A 2011 Harvard study found that organic compounds called flavonoids that are contained in cacao (the bean used to make chocolate) are associated with reduced blood pressure as well as improved blood vessel health, cholesterol levels and general blood flow.
“All of these things are protective against heart disease,” says Eric Ding, PhD, conductor of the study and a professor of nutrition and epidemiology at the Harvard School of Public Health. “But the HDL findings – the increase in good cholesterol – nobody knew about that until our study, as well as the improved blood flow.”
Ding’s recent analysis of 24 studies showed that cocoa’s polyphenolic flavonoids can lower blood pressure and bad cholesterol, raise HDL (good cholesterol) and help ward off diabetes, because they improve blood vessel health.
The conclusion suggested that the intake of cocoa polyphenols may modulate inflammatory mediators in patients at high rish of cardiovascular disease. These anti-inflammatory effects may contribute to the overall benefits of cocoa consumption against atherosclerosis. The study was published in the November 2009 issue of the American Journal of Clinical Nutrition.
But if you’re eating chocolate, Ding says you’d need to eat 33 bars of milk chocolate or eight bars of dark chocolate to get the same 400 to 500 milligrams per day of cocoa flavonoid levels, which is what it takes to affect health.
The perceived benefits of cocoa date back to the ancient Mayans, who mixed ground roasted cocoa beans with spices to make a fortifying drink. These days, cocoa is often processed with fat, sugar, and sometimes milk to mask the bitter flavor. The problem: this processing lowers flavonoid content and adds calories. Not all chocolate is equal.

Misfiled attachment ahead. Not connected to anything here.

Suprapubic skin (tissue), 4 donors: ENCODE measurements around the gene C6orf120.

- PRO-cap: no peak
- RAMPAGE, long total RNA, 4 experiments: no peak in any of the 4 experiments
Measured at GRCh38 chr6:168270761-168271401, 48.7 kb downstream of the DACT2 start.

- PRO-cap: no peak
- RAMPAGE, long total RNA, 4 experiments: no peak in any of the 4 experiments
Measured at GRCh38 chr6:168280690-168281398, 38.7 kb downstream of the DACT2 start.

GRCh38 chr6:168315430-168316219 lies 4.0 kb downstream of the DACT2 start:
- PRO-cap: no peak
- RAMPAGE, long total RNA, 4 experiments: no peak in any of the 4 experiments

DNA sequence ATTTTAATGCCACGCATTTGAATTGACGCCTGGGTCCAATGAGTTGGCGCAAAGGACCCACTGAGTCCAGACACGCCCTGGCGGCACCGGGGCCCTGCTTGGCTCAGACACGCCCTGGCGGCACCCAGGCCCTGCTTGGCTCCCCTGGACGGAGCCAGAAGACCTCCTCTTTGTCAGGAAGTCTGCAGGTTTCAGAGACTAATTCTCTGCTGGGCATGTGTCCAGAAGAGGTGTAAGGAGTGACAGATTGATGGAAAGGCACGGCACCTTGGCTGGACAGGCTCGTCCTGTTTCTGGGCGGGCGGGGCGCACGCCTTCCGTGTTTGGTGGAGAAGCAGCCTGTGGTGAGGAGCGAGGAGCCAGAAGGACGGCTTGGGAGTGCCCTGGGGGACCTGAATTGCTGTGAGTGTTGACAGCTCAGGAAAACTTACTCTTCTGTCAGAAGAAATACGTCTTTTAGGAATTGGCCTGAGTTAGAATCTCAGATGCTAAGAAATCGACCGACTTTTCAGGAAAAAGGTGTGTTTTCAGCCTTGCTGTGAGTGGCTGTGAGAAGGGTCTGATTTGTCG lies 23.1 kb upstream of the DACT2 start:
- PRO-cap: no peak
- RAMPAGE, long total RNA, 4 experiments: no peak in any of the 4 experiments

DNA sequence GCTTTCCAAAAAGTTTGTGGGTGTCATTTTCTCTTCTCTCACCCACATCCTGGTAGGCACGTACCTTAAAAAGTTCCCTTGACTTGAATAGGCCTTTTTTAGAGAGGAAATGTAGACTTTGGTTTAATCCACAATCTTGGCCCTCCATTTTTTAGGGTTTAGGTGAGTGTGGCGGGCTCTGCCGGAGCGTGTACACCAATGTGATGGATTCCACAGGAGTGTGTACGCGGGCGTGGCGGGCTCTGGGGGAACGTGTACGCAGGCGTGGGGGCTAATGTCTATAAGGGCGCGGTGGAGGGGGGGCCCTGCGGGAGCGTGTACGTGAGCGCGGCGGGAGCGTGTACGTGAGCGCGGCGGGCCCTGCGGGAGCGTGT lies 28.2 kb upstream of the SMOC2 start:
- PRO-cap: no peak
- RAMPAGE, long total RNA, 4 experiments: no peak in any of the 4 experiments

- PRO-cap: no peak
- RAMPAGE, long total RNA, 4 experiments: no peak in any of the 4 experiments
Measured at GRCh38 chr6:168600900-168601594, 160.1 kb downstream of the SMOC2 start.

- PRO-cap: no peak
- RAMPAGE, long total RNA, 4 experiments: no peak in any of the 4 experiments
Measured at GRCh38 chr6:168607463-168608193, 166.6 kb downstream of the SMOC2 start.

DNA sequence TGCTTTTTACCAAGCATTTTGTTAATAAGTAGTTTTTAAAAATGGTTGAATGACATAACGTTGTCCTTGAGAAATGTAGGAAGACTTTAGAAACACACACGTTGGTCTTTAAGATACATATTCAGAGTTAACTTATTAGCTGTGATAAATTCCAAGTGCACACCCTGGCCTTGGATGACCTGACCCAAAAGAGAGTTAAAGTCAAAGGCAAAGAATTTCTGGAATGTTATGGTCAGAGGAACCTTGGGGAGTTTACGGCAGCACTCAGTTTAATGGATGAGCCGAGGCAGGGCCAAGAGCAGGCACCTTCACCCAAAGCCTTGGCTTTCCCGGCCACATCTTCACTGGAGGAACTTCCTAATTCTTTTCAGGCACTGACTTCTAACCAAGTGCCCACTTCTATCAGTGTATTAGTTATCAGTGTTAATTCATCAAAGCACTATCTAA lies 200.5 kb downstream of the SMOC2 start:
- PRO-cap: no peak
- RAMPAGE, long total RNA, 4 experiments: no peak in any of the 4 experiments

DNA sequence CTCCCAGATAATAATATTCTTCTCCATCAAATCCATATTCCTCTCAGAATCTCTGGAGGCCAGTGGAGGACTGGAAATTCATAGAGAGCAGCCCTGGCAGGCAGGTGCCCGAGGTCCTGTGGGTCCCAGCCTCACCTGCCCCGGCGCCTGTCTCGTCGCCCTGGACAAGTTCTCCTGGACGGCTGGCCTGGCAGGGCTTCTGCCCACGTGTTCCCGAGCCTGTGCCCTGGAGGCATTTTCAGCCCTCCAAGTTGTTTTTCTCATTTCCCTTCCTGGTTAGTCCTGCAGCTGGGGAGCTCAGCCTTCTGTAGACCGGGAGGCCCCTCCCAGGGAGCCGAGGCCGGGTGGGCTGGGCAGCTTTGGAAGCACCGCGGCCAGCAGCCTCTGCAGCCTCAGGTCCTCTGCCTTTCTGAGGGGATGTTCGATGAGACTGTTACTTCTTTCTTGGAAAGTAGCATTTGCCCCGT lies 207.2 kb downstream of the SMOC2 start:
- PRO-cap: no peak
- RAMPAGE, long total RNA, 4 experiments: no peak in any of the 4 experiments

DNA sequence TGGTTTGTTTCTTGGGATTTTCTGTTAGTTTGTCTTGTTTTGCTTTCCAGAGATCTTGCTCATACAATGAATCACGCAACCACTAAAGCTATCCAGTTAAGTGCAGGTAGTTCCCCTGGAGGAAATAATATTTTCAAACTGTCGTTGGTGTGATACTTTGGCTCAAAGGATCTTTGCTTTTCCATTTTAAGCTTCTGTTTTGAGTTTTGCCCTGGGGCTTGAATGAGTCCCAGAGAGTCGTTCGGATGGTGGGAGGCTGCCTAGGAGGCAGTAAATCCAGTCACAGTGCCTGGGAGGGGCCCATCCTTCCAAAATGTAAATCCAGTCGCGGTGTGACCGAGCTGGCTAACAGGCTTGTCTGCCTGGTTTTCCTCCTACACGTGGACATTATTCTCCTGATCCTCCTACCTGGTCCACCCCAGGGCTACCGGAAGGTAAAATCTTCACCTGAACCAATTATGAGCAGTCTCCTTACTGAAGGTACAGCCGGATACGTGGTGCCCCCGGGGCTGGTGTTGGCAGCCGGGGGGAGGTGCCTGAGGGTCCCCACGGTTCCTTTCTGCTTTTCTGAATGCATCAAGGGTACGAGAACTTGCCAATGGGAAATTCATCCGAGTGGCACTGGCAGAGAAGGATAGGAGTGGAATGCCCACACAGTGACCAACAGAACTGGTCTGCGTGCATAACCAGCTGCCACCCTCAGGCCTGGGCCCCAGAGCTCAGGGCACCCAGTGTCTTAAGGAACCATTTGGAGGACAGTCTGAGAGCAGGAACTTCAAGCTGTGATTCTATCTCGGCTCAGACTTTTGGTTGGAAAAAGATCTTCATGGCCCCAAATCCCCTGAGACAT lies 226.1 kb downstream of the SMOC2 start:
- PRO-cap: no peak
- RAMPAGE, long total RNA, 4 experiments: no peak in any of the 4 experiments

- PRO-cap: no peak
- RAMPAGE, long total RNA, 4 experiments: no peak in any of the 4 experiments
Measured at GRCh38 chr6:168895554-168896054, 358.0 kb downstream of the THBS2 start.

Don’t go around eating every chocolate bar you see. “Eighty percent of the chocolate we consume in this country in not healthy,” says Joseph Maroon, MD, professor of neurosurgery at the University of Pittsburgh and author of The Longevity Factor. “It’s pure sugar and doesn’t have the flavonoids in it from the original cacao tree and bean.” Pick dark chocolate that has at least 70% to 75% cacao, because it has more flavonoids.
Cacao has been enjoyed for its health and invigorating properties in South American cultures for thousands of years. The bean of the cacao plant is the nutritional and flavorful source for all chocolate and cocoa products. Cacao contains a naturally rich supply of antioxidants and is an excellent source of dietary fiber. It is also known to be one of the hightest dietary sources of magnesium and possesses many other essential minerals in significant quantities.